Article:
This may seem a little abstruse to you if you have never been made a study of the subject, but think it over a little and the idea will clearly define itself in your mind.
We are not telling you these things merely to give you an idea of metaphysics, philosophy, or psychology—there are many books that go into these matters at length and in detail—so it is not for that reason. The real reason is that with a realization of the “I” or Real Self, comes a sense of Power that will manifest through you and make you strong. The awakening to a realization of the “I”, in its clearness and vividness, will cause you to feel a sense of Being and Power that you have never before known. Before you can express Individuality, you must realize that you are an Individual. And you must be aware of this “I” within you before you can realize that you are an Individual.
The “Me” side of you is what is called Personality, to the outer appearance of yourself. Your Personality is made up of countless characteristics, traits, habits, thoughts, expressions and motions—it is a bunch of peculiarities and personal traits that you have been thinking was the real “I” all this time. But it is not. Do you know what the idea of Personality arose from? Let us tell you. Turn to the pages of any good dictionary, and you will see that the word originated from the Latin word “Persona”, meaning “a mask used by actors in ancient times”, and which the word in turn was derived from two other words, “sonare,” meaning to “sound,” and “per,” meaning “through,” the two words combined meaning “to sound through”—the idea being that the voice of the actor sounded through the mask of the assumed personality or character.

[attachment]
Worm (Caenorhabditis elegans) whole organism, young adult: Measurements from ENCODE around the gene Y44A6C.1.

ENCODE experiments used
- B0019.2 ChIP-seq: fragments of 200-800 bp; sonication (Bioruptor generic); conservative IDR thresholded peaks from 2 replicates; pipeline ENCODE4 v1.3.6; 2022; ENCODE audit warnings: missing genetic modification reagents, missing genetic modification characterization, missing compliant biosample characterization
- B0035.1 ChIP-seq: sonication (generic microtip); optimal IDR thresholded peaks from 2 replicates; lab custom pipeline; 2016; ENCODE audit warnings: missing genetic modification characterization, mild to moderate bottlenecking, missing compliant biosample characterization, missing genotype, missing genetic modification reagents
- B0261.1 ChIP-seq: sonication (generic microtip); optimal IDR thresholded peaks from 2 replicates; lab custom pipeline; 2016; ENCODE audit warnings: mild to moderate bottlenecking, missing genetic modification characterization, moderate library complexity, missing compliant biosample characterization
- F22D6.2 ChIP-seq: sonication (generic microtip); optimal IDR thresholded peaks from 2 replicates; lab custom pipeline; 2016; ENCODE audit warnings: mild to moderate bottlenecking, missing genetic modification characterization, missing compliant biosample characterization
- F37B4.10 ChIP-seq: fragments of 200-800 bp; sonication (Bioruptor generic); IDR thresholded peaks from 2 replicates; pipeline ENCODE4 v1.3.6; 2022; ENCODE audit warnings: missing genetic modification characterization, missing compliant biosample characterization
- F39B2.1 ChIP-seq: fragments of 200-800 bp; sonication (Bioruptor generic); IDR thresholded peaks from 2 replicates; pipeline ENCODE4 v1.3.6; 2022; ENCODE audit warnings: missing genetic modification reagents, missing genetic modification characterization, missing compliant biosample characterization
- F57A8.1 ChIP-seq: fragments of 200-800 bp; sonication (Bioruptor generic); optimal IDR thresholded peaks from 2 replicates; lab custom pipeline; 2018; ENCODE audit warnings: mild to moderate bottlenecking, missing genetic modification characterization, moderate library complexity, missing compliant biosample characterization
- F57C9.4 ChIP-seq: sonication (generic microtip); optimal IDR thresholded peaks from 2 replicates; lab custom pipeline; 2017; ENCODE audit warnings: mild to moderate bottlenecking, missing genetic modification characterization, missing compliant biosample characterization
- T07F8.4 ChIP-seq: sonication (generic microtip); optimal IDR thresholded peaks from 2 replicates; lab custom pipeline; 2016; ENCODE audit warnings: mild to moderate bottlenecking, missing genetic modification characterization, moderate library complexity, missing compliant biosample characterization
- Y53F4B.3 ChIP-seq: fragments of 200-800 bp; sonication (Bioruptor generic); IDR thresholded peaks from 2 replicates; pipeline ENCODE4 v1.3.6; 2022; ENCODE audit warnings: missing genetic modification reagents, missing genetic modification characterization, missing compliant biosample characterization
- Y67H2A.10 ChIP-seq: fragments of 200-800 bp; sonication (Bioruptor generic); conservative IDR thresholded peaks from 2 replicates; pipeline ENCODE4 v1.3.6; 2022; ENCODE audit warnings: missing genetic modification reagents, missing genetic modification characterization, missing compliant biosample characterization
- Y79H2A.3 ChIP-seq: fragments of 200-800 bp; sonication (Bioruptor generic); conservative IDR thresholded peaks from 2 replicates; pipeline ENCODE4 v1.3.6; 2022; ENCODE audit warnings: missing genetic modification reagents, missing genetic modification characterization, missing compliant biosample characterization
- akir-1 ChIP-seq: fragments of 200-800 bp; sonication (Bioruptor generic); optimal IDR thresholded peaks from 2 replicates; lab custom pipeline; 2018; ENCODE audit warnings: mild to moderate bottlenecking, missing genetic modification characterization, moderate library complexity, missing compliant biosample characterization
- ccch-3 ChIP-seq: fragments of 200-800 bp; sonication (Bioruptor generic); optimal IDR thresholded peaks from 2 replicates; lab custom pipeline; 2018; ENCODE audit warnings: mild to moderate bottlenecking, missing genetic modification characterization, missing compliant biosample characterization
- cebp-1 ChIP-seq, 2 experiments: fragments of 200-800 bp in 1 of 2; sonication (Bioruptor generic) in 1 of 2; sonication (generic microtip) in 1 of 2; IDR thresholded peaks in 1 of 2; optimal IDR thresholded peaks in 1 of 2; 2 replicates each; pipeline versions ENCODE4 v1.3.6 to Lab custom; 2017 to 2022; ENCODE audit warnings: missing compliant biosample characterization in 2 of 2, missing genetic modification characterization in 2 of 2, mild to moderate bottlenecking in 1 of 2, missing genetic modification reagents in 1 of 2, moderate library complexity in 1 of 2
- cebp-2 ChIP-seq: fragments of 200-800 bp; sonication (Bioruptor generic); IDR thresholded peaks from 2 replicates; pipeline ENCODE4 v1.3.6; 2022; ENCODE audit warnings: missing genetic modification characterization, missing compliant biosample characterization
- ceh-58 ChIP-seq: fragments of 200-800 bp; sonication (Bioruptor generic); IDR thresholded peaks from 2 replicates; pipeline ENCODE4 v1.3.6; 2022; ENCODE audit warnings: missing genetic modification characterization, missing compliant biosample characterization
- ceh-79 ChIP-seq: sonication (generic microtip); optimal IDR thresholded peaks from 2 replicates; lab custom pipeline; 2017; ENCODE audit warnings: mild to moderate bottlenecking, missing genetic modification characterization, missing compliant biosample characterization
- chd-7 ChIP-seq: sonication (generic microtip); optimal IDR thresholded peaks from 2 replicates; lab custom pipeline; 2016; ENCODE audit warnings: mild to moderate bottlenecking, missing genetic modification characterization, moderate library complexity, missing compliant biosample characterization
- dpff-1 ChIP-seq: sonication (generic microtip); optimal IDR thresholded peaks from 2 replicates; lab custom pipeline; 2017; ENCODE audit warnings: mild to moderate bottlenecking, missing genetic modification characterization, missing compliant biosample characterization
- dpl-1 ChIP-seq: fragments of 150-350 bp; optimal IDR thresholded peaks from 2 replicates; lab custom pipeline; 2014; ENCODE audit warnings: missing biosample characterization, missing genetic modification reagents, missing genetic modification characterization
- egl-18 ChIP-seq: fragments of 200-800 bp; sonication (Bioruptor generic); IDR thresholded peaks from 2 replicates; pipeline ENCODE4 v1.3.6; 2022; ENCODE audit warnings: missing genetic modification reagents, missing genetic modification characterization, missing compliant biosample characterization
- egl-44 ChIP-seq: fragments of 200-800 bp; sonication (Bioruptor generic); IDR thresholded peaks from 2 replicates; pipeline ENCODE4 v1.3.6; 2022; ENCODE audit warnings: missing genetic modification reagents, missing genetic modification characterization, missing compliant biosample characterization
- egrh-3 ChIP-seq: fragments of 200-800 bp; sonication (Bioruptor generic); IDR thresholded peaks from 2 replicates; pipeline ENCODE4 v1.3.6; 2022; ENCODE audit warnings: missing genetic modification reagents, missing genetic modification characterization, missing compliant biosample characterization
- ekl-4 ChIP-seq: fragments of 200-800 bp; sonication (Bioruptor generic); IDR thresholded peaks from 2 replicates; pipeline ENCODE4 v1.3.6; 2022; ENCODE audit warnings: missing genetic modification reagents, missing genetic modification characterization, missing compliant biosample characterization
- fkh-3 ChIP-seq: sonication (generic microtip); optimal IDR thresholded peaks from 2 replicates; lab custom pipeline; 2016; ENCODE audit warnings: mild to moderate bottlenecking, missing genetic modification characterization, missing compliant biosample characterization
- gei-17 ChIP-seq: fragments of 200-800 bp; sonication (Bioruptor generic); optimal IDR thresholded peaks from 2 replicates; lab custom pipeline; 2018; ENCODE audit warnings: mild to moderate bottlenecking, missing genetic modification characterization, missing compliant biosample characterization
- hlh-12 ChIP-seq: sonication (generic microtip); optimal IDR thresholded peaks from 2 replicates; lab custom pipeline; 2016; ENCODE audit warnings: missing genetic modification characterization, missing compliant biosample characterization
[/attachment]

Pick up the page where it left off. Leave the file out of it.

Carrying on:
Webster gives the following as one of the meanings of “Person,” even to this day: “A character or part, as in a play; an assumed character.” So then, Personality means the part you are playing in the Great Play of Life, on the Stage of the Universe. The real Individual concealed behind the mask of Personality is you—the Real Self—the “I”—that part of you which you are conscious when you say “I am,” which is your assertion of existence and latent power.
“Individual” means something that cannot be divided or subtracted from—something that cannot be injured or hurt by outside forces—something real. And you are an Individual—a Real Self—an “I”—Something endowed with Life, Mind, and Power, to use, as you will. A poet named Orr wrote:
“Lord of a thousand worlds am I, And I reign since time began; And night and day, in cyclic sway, Shall pass while their deeds I scan. Yet time shall cease ere I find release, For I am the soul of Man.”